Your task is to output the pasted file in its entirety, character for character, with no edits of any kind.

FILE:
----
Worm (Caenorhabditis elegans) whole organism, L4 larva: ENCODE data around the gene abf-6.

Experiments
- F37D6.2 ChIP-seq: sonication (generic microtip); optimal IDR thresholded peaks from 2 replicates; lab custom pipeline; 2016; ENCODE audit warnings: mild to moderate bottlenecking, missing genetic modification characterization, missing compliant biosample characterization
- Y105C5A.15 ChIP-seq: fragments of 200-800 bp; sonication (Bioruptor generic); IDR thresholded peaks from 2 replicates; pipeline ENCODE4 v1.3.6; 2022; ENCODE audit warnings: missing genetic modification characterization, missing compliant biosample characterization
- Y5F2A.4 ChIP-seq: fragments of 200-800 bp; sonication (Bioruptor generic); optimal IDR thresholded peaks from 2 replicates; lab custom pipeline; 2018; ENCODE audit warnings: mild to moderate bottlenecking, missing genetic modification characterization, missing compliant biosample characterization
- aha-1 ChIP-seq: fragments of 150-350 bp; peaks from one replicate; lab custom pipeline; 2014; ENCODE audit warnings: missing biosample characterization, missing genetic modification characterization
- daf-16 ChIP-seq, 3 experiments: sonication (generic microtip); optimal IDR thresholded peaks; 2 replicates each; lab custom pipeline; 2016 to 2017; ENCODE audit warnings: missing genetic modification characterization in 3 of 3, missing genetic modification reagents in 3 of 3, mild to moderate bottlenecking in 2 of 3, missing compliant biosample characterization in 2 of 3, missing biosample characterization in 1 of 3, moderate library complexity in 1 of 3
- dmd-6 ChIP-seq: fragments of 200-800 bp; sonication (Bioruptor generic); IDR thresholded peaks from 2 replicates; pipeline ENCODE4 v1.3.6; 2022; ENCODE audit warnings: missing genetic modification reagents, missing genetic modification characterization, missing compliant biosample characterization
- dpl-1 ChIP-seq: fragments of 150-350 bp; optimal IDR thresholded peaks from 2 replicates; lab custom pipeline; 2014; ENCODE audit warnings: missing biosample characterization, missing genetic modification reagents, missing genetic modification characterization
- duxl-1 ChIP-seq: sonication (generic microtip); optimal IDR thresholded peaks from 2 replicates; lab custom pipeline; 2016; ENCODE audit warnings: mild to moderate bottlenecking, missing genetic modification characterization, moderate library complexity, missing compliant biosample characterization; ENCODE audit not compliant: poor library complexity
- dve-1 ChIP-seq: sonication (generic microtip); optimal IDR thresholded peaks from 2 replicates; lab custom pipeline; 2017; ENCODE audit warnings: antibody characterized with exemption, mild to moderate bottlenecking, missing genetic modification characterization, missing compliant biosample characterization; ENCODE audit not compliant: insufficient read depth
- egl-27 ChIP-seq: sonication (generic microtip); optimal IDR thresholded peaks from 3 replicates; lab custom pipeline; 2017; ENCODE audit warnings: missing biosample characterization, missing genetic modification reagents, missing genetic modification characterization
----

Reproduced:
Worm (Caenorhabditis elegans) whole organism, L4 larva: ENCODE data around the gene abf-6.

Experiments
- F37D6.2 ChIP-seq: sonication (generic microtip); optimal IDR thresholded peaks from 2 replicates; lab custom pipeline; 2016; ENCODE audit warnings: mild to moderate bottlenecking, missing genetic modification characterization, missing compliant biosample characterization
- Y105C5A.15 ChIP-seq: fragments of 200-800 bp; sonication (Bioruptor generic); IDR thresholded peaks from 2 replicates; pipeline ENCODE4 v1.3.6; 2022; ENCODE audit warnings: missing genetic modification characterization, missing compliant biosample characterization
- Y5F2A.4 ChIP-seq: fragments of 200-800 bp; sonication (Bioruptor generic); optimal IDR thresholded peaks from 2 replicates; lab custom pipeline; 2018; ENCODE audit warnings: mild to moderate bottlenecking, missing genetic modification characterization, missing compliant biosample characterization
- aha-1 ChIP-seq: fragments of 150-350 bp; peaks from one replicate; lab custom pipeline; 2014; ENCODE audit warnings: missing biosample characterization, missing genetic modification characterization
- daf-16 ChIP-seq, 3 experiments: sonication (generic microtip); optimal IDR thresholded peaks; 2 replicates each; lab custom pipeline; 2016 to 2017; ENCODE audit warnings: missing genetic modification characterization in 3 of 3, missing genetic modification reagents in 3 of 3, mild to moderate bottlenecking in 2 of 3, missing compliant biosample characterization in 2 of 3, missing biosample characterization in 1 of 3, moderate library complexity in 1 of 3
- dmd-6 ChIP-seq: fragments of 200-800 bp; sonication (Bioruptor generic); IDR thresholded peaks from 2 replicates; pipeline ENCODE4 v1.3.6; 2022; ENCODE audit warnings: missing genetic modification reagents, missing genetic modification characterization, missing compliant biosample characterization
- dpl-1 ChIP-seq: fragments of 150-350 bp; optimal IDR thresholded peaks from 2 replicates; lab custom pipeline; 2014; ENCODE audit warnings: missing biosample characterization, missing genetic modification reagents, missing genetic modification characterization
- duxl-1 ChIP-seq: sonication (generic microtip); optimal IDR thresholded peaks from 2 replicates; lab custom pipeline; 2016; ENCODE audit warnings: mild to moderate bottlenecking, missing genetic modification characterization, moderate library complexity, missing compliant biosample characterization; ENCODE audit not compliant: poor library complexity
- dve-1 ChIP-seq: sonication (generic microtip); optimal IDR thresholded peaks from 2 replicates; lab custom pipeline; 2017; ENCODE audit warnings: antibody characterized with exemption, mild to moderate bottlenecking, missing genetic modification characterization, missing compliant biosample characterization; ENCODE audit not compliant: insufficient read depth
- egl-27 ChIP-seq: sonication (generic microtip); optimal IDR thresholded peaks from 3 replicates; lab custom pipeline; 2017; ENCODE audit warnings: missing biosample characterization, missing genetic modification reagents, missing genetic modification characterization